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3 Signs of a Balanced Period

Writing by Freya Bennett // photograph by Monika Kozub

I have always had a very regular menstrual cycle. Since the day I got my first period at 13, it would arrive like clockwork with the signs and symptoms unchanging. I always had two days of spotting before my period, bleed for two/three days, with the spotting returning for the last few days. I had cramps and PMS but both were mild enough for me to get on with my days without too much interference.

This seemed completely normal to me until I had a miscarriage at 29 and upon my period returning, I noticed a small but significant difference in my cycle. I no longer had spotting before my period and my cramps had completely disappeared. It seems my miscarriage and subsequent D & C acted as a sort of ‘reset’ for my hormones. And while I wouldn’t recommend a miscarriage as a way to balance your hormones (let’s not add trauma to that reset), I am grateful to have been gifted a deep insight into my cycle through that experience.

As I prepared for conception with a fertility specialist naturopath, I learnt that spotting for more than a day before your period is a sign of low progesterone. I also learnt that if you’re hormones are balanced and everything is as it should be, a period should actually be pretty painless.

We talk a lot about period problems such as endometriosis and PCOS (and rightly so, these things need a much bigger platform) but we rarely talk about what a balanced and healthy period looks like.

If you’re curious about your flow and whether your cycle is balanced, here are three signs of a super healthy period.

You have little to no pain

The normalisation of period pain is a fallacy that needs to be addressed. A truly healthy period should have very minimal pain (easily soothed by some heat, rest or gentle movement) or no pain at all. While we all experience a degree of pain at some point in our menstruating lives, if your pain requires regular medication or debilitates you to the point you can’t get on with your day, then this is something to get checked out. It doesn’t mean you should expect to be able to run marathons or be as energetic as you are at other times in your cycle, it is normal to be tired and sensitive, but pain isn’t something to normalise.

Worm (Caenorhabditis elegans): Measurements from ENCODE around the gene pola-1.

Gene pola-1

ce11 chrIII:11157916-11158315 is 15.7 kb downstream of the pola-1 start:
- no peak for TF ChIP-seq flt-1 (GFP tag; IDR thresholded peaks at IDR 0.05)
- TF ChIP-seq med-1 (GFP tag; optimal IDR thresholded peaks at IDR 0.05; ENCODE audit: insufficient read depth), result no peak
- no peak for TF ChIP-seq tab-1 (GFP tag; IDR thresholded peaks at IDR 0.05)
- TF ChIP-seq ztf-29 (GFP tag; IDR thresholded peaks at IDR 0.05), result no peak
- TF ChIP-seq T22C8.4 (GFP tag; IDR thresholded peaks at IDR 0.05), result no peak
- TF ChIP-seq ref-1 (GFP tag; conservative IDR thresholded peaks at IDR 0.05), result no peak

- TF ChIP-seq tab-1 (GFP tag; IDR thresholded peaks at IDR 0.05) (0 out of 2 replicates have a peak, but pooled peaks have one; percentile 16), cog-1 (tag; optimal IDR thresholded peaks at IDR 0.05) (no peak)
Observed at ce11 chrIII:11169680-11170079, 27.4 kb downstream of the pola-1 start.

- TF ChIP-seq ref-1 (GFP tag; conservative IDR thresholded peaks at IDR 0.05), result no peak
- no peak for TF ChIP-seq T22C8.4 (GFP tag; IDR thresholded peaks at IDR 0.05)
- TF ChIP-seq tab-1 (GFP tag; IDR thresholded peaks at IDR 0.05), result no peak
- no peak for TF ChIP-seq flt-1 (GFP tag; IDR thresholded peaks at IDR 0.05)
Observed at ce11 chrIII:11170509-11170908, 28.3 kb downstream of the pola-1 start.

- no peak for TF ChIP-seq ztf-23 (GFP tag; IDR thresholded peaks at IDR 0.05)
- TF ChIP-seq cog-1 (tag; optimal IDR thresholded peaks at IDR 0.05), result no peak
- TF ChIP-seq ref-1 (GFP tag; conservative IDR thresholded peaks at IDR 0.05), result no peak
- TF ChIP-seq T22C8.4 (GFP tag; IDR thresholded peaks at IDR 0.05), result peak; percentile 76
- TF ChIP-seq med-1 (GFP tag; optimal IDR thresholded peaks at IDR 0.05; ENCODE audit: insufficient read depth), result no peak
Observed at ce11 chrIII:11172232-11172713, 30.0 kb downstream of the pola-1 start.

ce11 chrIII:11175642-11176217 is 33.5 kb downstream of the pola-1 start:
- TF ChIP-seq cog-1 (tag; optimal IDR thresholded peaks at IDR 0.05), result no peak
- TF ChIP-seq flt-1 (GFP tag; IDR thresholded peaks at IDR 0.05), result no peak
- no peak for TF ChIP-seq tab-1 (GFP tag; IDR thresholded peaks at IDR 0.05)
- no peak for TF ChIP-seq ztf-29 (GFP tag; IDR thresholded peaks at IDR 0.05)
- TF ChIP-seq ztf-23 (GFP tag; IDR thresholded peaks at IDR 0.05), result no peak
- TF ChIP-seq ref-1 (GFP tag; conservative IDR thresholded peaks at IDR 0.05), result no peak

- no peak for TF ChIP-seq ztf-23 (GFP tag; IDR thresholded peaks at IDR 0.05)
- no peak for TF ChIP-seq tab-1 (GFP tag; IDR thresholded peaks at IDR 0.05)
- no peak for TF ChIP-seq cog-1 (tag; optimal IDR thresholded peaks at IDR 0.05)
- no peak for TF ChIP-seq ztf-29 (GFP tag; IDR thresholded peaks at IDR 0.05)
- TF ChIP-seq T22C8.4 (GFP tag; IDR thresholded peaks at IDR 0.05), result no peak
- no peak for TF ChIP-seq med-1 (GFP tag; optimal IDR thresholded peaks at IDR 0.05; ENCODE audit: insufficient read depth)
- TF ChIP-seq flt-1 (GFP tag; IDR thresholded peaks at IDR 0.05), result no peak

You don’t have spotting before your period or it goes one day or less

Spotting for more than one day before your period is a sign of low progesterone. This is quite common, especially because chronic stress levels can cause low progesterone as the body prioritises cortisol production over progesterone during these times.

A super healthy period will either start with fresh blood straight away or have half a day to a day of spotting.

If you’ve noticed this, it’s nothing to be alarmed about, but it’s something to address to feel at your best.

Your cycle is between 26-35 days long

Ideally, your cycle will fall between 26-35 days with your cycle about the same length each month. Your cycle is counted from the first day of fresh blood so again, if you’re spotting for one day or more, only count the start of your cycle from when you experience proper blood flow.

If you notice your cycle is fluctuating each month or outside of these numbers, that’s a sign your hormones are unbalanced and you might need a bit of support around that.

Don’t fret if your period isn’t showing all these signs of perfectly balanced hormones, we’ve all had times of being out of whack and modern life doesn’t facilitate a healthy cycle as it should. But it’s good to be aware of what to aim for and if you’re looking to conceive or just want to feel more in touch with your body and hormones, it might be something to chat to your fertility specialist about.

I kept my hormones balanced with the support of a Traditional Chinese Medicine practitioner and a fertility specialist naturopath but each person will have a different journey and I encourage you to learn as much as you can about ways to support your cycle.

Freya Bennett

Freya Bennett is the Co-Founder and Director of Ramona Magazine. She is a writer and editor from Dja Dja Wurrung Country who loves grey days, libraries and dandelion tea. You can follow her on Instagram @freya___bennett

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